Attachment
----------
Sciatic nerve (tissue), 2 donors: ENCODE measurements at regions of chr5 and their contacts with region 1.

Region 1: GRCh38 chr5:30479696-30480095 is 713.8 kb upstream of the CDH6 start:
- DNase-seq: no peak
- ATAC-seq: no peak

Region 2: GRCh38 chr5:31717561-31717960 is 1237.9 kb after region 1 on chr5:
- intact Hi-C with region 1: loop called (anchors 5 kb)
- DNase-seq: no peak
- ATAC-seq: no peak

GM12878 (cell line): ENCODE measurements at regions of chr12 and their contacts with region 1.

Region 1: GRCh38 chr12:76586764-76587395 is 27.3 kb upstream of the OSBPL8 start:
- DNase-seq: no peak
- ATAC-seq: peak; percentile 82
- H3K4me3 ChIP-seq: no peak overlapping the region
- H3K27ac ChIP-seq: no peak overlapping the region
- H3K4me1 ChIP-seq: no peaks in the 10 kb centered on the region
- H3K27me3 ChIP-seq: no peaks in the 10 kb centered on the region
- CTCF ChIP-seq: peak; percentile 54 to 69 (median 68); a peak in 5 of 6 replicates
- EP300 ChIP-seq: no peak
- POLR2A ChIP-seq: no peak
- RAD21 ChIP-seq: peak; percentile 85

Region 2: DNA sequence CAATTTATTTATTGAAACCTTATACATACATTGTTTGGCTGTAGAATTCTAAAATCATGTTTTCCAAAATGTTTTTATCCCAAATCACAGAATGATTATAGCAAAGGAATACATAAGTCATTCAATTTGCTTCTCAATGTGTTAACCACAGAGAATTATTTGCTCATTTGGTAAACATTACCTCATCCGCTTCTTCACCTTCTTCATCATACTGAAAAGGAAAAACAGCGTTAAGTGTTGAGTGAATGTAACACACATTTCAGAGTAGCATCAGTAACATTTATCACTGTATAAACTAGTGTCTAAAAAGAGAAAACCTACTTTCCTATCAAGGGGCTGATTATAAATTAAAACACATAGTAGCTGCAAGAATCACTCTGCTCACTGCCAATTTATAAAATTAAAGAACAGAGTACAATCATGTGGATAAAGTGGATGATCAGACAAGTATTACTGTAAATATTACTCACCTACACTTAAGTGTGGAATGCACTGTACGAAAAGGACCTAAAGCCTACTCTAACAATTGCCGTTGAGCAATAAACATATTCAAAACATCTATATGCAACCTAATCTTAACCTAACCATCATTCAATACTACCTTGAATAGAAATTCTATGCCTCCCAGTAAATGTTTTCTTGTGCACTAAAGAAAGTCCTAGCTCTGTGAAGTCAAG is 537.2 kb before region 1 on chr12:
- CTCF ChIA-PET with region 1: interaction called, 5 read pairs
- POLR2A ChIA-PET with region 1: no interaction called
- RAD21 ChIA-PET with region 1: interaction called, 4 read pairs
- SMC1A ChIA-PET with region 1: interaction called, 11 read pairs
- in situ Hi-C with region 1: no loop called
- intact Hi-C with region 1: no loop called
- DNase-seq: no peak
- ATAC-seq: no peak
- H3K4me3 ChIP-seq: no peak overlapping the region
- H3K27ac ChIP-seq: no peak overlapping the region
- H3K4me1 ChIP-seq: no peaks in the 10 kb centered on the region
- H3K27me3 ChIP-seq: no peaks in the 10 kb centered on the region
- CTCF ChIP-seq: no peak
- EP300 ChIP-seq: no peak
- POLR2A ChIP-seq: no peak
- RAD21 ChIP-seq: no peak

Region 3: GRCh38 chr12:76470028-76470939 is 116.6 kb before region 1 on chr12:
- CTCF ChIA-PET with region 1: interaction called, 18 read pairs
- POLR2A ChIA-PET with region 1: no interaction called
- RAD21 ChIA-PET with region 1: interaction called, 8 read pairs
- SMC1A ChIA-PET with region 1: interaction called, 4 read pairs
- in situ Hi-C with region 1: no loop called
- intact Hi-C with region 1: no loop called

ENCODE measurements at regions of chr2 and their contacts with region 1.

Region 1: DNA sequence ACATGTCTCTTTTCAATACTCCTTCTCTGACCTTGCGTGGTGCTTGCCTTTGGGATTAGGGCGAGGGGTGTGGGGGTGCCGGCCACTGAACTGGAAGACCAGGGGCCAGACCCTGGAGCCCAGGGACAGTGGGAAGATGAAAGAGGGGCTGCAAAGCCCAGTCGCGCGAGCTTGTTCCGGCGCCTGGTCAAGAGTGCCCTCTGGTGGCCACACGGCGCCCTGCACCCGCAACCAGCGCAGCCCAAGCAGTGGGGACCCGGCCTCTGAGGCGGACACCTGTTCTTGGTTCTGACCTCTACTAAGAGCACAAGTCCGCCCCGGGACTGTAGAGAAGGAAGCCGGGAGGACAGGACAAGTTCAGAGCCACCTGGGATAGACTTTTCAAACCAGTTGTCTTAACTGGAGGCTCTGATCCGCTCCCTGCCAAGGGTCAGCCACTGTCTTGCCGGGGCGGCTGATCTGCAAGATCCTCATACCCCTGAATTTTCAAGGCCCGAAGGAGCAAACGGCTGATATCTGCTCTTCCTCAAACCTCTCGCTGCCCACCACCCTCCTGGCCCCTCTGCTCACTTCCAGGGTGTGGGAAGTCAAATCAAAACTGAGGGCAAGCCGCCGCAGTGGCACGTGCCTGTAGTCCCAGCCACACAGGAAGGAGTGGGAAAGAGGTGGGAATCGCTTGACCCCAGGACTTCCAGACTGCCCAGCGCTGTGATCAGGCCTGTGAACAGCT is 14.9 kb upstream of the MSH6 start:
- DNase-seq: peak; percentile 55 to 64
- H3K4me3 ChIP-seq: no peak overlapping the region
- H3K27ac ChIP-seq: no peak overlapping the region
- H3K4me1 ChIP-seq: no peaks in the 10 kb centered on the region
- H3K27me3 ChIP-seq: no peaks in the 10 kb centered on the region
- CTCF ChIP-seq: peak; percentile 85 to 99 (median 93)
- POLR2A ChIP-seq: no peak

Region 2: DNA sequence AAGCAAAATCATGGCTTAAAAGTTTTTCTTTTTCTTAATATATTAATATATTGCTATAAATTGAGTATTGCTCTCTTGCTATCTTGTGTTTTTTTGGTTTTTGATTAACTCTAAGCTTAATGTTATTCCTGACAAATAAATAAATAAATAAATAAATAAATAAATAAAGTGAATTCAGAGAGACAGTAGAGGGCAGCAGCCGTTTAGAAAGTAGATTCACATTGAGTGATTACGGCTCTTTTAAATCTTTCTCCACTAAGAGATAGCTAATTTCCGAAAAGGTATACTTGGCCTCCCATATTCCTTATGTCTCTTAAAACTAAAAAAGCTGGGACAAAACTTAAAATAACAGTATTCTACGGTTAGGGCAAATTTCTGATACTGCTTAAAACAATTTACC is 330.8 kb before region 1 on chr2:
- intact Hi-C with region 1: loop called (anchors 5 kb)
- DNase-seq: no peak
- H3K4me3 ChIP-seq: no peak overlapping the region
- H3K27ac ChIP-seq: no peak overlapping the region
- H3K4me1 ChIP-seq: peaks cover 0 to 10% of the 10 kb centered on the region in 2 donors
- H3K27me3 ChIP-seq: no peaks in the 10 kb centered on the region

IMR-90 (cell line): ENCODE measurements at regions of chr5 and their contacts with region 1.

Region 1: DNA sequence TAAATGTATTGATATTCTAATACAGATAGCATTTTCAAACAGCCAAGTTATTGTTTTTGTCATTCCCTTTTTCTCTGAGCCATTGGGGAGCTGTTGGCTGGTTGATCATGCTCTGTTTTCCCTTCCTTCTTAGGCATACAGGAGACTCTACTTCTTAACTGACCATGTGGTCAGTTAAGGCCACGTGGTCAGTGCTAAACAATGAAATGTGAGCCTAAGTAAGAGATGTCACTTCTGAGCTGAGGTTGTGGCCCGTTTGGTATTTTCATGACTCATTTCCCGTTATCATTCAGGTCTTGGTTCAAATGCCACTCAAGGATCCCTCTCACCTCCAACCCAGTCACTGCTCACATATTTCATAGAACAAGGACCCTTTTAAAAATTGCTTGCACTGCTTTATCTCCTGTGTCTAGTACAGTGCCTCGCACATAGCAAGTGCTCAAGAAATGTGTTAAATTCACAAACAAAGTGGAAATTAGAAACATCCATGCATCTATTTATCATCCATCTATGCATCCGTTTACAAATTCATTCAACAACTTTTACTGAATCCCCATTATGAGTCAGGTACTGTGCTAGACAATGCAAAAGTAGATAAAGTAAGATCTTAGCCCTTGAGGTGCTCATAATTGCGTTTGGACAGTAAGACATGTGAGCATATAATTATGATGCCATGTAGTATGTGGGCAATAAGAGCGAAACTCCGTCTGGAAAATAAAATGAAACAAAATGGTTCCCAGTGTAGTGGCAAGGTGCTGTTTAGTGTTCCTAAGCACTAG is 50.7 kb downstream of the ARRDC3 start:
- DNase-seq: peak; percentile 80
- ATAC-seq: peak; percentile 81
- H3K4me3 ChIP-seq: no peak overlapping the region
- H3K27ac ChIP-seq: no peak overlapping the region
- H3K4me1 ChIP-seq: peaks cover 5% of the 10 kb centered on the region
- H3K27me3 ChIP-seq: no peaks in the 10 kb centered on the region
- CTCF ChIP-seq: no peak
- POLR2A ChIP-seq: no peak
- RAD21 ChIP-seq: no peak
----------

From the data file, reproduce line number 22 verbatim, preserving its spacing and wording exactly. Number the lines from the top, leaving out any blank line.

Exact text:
- CTCF ChIA-PET with region 1: interaction called, 5 read pairs